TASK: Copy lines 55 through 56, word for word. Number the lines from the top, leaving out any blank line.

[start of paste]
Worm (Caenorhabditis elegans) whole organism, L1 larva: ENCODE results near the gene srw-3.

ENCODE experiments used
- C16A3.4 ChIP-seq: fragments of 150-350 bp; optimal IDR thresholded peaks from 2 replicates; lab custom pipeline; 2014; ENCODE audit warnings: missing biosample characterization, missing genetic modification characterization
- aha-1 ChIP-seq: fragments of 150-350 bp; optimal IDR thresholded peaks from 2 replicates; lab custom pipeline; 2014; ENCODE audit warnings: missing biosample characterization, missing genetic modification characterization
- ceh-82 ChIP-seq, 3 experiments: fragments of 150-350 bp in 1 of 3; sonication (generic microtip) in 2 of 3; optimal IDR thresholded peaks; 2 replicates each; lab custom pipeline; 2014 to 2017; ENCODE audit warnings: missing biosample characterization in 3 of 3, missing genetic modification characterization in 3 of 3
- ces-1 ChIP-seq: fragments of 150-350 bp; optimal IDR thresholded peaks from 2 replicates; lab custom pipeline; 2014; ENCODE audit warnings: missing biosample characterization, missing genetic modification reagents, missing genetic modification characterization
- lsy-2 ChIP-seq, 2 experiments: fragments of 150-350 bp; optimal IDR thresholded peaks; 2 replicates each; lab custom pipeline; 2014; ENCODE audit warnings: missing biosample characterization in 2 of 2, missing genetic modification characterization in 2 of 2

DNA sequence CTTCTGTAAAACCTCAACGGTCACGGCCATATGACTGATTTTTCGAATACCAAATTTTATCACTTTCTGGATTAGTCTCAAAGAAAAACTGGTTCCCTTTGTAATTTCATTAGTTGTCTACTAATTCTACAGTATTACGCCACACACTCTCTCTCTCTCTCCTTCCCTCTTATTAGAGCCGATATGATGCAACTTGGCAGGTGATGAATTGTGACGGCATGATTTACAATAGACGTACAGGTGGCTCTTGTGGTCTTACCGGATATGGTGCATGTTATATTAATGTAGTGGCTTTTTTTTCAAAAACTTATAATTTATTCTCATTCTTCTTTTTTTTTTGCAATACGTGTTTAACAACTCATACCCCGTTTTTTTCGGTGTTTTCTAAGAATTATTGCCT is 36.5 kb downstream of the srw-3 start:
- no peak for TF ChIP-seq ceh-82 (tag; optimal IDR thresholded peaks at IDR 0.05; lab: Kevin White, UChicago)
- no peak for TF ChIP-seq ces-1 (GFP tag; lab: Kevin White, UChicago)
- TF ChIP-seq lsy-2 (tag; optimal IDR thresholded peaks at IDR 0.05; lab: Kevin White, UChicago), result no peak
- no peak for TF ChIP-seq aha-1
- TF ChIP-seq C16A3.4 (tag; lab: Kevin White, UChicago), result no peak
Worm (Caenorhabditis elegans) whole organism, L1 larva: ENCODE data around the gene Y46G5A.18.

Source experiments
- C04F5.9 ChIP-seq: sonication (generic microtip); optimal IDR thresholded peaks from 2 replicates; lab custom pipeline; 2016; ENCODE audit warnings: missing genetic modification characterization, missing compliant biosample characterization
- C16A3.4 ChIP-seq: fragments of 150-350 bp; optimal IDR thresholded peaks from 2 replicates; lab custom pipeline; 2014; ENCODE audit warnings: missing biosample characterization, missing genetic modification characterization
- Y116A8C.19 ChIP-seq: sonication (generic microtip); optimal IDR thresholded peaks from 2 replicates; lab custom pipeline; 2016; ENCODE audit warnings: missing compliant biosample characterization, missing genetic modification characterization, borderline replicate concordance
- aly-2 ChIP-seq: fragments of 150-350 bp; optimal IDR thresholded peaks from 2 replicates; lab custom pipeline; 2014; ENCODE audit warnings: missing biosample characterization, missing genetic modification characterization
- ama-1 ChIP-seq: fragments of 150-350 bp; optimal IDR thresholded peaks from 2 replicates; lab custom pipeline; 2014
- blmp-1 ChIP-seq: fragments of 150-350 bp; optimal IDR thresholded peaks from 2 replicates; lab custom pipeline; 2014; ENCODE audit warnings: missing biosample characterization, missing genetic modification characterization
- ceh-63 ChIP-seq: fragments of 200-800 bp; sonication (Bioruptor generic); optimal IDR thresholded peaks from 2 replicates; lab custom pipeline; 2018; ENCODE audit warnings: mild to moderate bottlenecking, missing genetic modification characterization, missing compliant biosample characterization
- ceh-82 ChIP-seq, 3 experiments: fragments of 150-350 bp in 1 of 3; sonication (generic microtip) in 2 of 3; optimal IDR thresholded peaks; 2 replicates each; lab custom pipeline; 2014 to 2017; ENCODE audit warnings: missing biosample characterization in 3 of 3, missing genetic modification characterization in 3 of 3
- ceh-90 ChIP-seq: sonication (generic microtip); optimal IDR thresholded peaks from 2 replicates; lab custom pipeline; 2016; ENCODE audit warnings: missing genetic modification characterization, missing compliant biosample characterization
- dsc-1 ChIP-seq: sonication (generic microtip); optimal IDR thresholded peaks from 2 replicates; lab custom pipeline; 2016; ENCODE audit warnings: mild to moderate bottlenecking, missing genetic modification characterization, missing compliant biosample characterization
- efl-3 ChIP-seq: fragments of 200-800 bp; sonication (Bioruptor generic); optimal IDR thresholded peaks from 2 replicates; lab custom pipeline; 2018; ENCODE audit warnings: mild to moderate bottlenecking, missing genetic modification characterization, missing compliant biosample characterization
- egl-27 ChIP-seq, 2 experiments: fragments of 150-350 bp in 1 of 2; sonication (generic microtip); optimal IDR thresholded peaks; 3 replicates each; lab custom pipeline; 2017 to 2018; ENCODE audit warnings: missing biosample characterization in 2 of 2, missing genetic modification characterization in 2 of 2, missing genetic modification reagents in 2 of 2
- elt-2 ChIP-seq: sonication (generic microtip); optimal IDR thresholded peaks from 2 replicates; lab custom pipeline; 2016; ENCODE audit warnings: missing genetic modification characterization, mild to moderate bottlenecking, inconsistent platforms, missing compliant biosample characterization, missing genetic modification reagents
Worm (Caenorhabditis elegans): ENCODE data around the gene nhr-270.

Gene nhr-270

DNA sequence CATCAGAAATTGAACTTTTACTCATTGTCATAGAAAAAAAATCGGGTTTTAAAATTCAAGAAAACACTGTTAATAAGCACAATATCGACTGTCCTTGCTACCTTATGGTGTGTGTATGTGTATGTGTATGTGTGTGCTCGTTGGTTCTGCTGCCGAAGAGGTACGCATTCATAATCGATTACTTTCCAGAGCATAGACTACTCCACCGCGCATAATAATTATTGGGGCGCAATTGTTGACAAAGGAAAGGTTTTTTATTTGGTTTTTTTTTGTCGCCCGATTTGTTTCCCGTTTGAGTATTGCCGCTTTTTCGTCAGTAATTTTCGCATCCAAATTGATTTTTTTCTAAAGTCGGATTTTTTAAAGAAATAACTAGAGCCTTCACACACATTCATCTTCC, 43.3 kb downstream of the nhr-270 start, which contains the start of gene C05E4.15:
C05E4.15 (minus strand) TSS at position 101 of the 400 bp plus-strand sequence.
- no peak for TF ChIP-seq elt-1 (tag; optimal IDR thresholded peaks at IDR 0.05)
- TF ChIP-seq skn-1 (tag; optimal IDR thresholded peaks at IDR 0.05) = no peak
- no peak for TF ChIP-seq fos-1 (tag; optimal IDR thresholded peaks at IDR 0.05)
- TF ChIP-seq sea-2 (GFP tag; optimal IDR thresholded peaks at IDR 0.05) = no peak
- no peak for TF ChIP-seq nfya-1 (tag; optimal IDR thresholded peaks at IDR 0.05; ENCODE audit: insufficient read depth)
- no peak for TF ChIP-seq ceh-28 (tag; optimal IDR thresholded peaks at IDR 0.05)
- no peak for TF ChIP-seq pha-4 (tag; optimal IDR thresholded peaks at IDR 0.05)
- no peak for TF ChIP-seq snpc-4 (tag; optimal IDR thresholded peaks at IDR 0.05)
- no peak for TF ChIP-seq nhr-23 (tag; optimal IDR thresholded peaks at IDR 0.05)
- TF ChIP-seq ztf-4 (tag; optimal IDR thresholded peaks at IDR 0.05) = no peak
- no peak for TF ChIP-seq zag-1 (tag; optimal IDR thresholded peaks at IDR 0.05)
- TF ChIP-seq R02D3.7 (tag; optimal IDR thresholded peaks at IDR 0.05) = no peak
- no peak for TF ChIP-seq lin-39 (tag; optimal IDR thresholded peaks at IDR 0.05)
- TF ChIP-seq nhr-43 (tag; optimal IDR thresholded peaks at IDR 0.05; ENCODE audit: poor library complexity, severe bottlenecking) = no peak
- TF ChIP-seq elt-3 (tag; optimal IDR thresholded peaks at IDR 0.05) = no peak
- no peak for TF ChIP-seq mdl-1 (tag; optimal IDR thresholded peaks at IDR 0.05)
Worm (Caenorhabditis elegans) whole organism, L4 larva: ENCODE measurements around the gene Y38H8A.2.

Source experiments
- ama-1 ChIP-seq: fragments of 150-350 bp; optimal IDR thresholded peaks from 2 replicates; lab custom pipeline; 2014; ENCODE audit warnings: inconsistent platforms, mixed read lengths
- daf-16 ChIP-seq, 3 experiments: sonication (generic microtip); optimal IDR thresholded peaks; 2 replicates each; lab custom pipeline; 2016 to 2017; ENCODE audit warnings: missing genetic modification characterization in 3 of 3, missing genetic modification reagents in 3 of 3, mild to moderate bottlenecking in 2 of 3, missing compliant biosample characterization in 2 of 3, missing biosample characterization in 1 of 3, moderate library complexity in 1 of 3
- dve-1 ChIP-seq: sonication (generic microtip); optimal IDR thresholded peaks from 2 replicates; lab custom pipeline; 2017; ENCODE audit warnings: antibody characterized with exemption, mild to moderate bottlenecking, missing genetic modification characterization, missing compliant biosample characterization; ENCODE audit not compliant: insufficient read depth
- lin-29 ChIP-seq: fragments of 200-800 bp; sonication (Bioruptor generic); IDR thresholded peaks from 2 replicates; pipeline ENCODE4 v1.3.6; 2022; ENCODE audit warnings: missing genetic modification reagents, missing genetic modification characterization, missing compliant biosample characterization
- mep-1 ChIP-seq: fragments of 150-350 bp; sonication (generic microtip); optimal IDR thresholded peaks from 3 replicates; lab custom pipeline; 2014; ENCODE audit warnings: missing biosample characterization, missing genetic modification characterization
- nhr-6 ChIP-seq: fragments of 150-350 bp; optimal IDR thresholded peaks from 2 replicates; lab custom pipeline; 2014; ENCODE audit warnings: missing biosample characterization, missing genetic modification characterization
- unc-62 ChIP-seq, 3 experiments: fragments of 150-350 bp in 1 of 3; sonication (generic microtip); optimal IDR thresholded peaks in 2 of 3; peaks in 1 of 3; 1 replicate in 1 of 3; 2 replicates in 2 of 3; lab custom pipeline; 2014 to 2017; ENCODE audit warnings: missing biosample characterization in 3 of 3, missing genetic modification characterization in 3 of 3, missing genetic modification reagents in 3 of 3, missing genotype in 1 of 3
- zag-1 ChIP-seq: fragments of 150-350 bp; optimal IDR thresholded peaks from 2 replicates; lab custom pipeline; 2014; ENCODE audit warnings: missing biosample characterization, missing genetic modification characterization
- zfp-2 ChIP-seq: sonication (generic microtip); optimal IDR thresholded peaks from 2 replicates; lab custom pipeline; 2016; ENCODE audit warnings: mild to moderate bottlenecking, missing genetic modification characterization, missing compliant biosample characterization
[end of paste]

- mep-1 ChIP-seq: fragments of 150-350 bp; sonication (generic microtip); optimal IDR thresholded peaks from 3 replicates; lab custom pipeline; 2014; ENCODE audit warnings: missing biosample characterization, missing genetic modification characterization
- nhr-6 ChIP-seq: fragments of 150-350 bp; optimal IDR thresholded peaks from 2 replicates; lab custom pipeline; 2014; ENCODE audit warnings: missing biosample characterization, missing genetic modification characterization